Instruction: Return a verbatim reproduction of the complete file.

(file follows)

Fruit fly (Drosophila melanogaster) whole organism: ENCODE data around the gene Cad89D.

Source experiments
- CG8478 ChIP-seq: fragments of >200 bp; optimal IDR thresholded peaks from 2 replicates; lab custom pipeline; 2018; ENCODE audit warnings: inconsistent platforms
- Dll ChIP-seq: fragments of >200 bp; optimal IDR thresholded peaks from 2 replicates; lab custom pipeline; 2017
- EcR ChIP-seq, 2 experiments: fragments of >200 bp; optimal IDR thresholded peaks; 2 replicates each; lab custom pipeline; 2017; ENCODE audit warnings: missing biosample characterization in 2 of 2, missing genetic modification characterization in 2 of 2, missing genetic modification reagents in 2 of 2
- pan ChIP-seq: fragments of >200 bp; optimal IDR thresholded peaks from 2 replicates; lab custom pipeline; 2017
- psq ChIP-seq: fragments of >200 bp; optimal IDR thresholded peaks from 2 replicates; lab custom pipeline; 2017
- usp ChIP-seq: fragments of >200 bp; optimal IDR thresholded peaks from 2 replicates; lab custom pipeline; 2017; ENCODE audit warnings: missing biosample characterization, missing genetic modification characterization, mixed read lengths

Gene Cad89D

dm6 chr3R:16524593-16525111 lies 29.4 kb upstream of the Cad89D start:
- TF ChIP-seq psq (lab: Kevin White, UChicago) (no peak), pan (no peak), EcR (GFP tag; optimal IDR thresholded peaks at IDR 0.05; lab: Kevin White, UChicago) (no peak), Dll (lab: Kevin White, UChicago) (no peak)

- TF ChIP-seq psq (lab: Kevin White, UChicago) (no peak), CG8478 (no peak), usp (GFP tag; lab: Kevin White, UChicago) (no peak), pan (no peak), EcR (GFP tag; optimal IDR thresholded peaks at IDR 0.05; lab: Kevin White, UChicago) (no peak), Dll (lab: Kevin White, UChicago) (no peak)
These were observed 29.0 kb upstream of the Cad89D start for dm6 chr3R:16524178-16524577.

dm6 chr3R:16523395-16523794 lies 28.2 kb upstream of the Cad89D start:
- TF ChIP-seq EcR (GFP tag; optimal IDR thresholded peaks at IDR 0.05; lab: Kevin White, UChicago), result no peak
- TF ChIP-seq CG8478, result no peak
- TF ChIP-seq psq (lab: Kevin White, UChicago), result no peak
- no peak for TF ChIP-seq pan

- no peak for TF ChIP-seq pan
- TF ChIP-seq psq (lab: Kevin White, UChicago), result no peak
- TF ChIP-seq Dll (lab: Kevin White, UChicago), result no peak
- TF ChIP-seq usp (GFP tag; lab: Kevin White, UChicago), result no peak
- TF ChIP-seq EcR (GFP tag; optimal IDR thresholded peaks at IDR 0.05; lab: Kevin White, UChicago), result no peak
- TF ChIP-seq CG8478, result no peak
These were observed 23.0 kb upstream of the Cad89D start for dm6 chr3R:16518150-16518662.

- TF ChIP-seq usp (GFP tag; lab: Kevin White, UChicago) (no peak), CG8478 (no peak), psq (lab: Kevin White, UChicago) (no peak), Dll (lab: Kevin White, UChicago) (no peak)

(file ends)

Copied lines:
Fruit fly (Drosophila melanogaster) whole organism: ENCODE data around the gene Cad89D.

Source experiments
- CG8478 ChIP-seq: fragments of >200 bp; optimal IDR thresholded peaks from 2 replicates; lab custom pipeline; 2018; ENCODE audit warnings: inconsistent platforms
- Dll ChIP-seq: fragments of >200 bp; optimal IDR thresholded peaks from 2 replicates; lab custom pipeline; 2017
- EcR ChIP-seq, 2 experiments: fragments of >200 bp; optimal IDR thresholded peaks; 2 replicates each; lab custom pipeline; 2017; ENCODE audit warnings: missing biosample characterization in 2 of 2, missing genetic modification characterization in 2 of 2, missing genetic modification reagents in 2 of 2
- pan ChIP-seq: fragments of >200 bp; optimal IDR thresholded peaks from 2 replicates; lab custom pipeline; 2017
- psq ChIP-seq: fragments of >200 bp; optimal IDR thresholded peaks from 2 replicates; lab custom pipeline; 2017
- usp ChIP-seq: fragments of >200 bp; optimal IDR thresholded peaks from 2 replicates; lab custom pipeline; 2017; ENCODE audit warnings: missing biosample characterization, missing genetic modification characterization, mixed read lengths

Gene Cad89D

dm6 chr3R:16524593-16525111 lies 29.4 kb upstream of the Cad89D start:
- TF ChIP-seq psq (lab: Kevin White, UChicago) (no peak), pan (no peak), EcR (GFP tag; optimal IDR thresholded peaks at IDR 0.05; lab: Kevin White, UChicago) (no peak), Dll (lab: Kevin White, UChicago) (no peak)

- TF ChIP-seq psq (lab: Kevin White, UChicago) (no peak), CG8478 (no peak), usp (GFP tag; lab: Kevin White, UChicago) (no peak), pan (no peak), EcR (GFP tag; optimal IDR thresholded peaks at IDR 0.05; lab: Kevin White, UChicago) (no peak), Dll (lab: Kevin White, UChicago) (no peak)
These were observed 29.0 kb upstream of the Cad89D start for dm6 chr3R:16524178-16524577.

dm6 chr3R:16523395-16523794 lies 28.2 kb upstream of the Cad89D start:
- TF ChIP-seq EcR (GFP tag; optimal IDR thresholded peaks at IDR 0.05; lab: Kevin White, UChicago), result no peak
- TF ChIP-seq CG8478, result no peak
- TF ChIP-seq psq (lab: Kevin White, UChicago), result no peak
- no peak for TF ChIP-seq pan

- no peak for TF ChIP-seq pan
- TF ChIP-seq psq (lab: Kevin White, UChicago), result no peak
- TF ChIP-seq Dll (lab: Kevin White, UChicago), result no peak
- TF ChIP-seq usp (GFP tag; lab: Kevin White, UChicago), result no peak
- TF ChIP-seq EcR (GFP tag; optimal IDR thresholded peaks at IDR 0.05; lab: Kevin White, UChicago), result no peak
- TF ChIP-seq CG8478, result no peak
These were observed 23.0 kb upstream of the Cad89D start for dm6 chr3R:16518150-16518662.

- TF ChIP-seq usp (GFP tag; lab: Kevin White, UChicago) (no peak), CG8478 (no peak), psq (lab: Kevin White, UChicago) (no peak), Dll (lab: Kevin White, UChicago) (no peak)